On my weekly beat as a features correspondent, I preview public events such as theater performances, concerts, lectures, and art openings.
So with every single public event on every single calendar canceled for the foreseeable future, I faced a problem.
“Why don’t you write about alternatives to going out in public?” my editor suggested.
That should be easy for me, a natural introvert. One could argue I’ve organized my life around not having to go out in public. I’m a writer and I work from home. I’m a runner, because it’s the most solitary sport. My idea of a perfect vacation is one in which I can spend every day taking long walks, drinking coffee, and reading.
But in the case of mandatory self-isolation, there’s a wrinkle. I have my whole family to think about – not just myself. How do I keep everyone gainfully busy while at home together day after day, week after week?
We’re finding out, one day at a time. “Ticket to Ride” is currently our favorite board game. It’s almost impossible to explain to a first-time player, but once you get started it makes sense, as you trade cards in order to build railroad tracks connecting major cities across the continent of your choice. While my children strategize and scheme, I tend to just gaze at the city names and remember travels from my pre-parenting days. Lucerne. Edinburgh. Venice. Of course, mostly what I did in each place was take long walks and drink coffee, but oh, the scenery!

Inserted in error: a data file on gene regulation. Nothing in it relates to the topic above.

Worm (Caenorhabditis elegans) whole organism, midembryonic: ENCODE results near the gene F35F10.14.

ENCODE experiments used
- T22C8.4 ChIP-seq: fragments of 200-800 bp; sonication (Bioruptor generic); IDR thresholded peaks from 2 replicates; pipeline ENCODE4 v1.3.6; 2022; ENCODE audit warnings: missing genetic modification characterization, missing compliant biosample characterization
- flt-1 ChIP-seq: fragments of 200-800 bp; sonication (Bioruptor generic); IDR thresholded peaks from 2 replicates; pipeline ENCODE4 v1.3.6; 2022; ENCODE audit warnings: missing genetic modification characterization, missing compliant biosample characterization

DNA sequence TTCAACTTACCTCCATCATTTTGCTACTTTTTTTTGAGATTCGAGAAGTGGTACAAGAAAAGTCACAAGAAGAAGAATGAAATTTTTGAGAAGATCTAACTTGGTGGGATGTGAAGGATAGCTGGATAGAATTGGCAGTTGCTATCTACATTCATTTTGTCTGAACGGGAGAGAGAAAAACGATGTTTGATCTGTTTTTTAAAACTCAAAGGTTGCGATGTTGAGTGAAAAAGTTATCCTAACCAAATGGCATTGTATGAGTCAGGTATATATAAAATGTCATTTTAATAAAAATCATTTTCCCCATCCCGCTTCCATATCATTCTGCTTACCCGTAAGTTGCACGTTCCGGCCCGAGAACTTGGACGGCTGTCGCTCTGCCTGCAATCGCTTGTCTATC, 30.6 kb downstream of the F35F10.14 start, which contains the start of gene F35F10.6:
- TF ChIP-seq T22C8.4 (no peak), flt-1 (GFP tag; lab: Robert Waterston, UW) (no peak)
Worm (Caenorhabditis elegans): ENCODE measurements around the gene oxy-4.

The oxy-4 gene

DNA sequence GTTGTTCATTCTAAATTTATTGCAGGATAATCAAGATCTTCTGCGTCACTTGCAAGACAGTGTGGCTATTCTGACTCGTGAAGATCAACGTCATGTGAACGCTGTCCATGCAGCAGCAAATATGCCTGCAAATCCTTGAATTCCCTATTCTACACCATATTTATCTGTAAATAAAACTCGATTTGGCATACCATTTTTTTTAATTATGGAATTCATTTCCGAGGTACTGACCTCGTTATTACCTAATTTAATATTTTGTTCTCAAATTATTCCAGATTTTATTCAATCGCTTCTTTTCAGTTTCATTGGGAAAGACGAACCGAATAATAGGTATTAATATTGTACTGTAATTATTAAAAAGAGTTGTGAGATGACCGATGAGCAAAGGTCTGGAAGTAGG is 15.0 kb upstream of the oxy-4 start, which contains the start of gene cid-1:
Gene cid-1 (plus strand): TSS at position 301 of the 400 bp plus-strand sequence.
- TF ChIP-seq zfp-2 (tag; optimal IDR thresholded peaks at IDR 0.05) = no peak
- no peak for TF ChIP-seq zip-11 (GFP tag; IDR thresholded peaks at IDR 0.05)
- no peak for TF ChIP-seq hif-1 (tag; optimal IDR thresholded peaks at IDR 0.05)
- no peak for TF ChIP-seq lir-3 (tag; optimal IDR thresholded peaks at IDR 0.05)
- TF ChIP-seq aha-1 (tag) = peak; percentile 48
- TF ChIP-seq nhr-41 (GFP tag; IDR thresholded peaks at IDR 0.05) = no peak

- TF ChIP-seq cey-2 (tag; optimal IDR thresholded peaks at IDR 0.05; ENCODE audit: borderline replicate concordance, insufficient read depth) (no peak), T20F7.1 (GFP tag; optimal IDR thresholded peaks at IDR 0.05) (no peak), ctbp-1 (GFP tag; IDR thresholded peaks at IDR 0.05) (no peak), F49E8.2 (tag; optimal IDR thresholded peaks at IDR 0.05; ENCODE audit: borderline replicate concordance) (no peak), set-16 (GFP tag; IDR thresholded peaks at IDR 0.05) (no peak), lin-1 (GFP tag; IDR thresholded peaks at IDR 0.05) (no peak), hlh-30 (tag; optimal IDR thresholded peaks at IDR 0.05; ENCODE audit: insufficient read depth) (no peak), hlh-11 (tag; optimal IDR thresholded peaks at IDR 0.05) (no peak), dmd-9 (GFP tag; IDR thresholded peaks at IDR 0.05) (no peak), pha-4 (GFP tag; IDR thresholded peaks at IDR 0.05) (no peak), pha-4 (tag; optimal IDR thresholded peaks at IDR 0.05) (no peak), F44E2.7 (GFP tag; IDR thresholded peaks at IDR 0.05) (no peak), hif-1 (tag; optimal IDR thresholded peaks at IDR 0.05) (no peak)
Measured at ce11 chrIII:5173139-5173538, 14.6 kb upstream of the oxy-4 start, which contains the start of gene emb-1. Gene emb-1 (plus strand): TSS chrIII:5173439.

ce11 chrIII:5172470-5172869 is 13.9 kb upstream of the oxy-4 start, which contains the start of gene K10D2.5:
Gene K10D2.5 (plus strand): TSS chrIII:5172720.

My teenager takes responsibility for our household soundtrack on days at home, and that gives me some much-needed exposure to new music: Khalid, Bazzi, Still Woozy. I play innocent when I catch her glancing at me sideways trying to gauge whether I caught the bad words.
And not even the public health guidelines forbid us from taking long walks. My daughter tells me that April of 2020 will forever be known among her generation as “the month every kid in America went for a daily walk with their mom.”
Mostly, of course, we try to stay healthy, and we do what little we can to take care of other people. We check in by phone on the grandparents and drop homemade soup off on the doorstep for our older neighbors. We watch weekly church services online and e-mail our out-of-town family members.
Keeping everyone’s spirits up can be its own challenge. My high school senior had a minor meltdown as she enumerated the unique plight of the Class of 2020: They were missing out on their senior spring and, more importantly, they’d have to make college decisions without benefit of a single accepted-students visiting day.
“It’ll give you all something to bond over during freshman orientation,” I reassured her. “You can play ‘Two Truths and a Lie About What I Did in Quarantine’ and then compare notes about the best make-out song at everyone’s virtual teleconferenced prom.”
Well, that’s one thing we won’t have to worry about if the current public health crisis continues: prom night partying. Or graduation night driving. Silver linings, I remind myself.
And if we’re really lucky, a little boredom will be the worst effect of this bizarre time period we’re living through. “I’m so sorry you have to live through the age of coronavirus!” a high school friend burst out impulsively to her children. “Yeah, you got to live through all the cool ages,” they retorted. “Like the jazz age. And the Stone Age.” Well, perhaps that family’s period of seclusion can include a history lesson or two.
Meanwhile, my family is waiting for me. There’s a Ticket to Ride game to play and a hike to take. And then maybe I’ll read a book and drink some coffee. We’re together and we’re healthy, and we’re keeping busy. It’s a strange situation, one we never imagined. But we’re learning, every day, how to make it work.
Nancy Shohet West can be reached at firstname.lastname@example.org.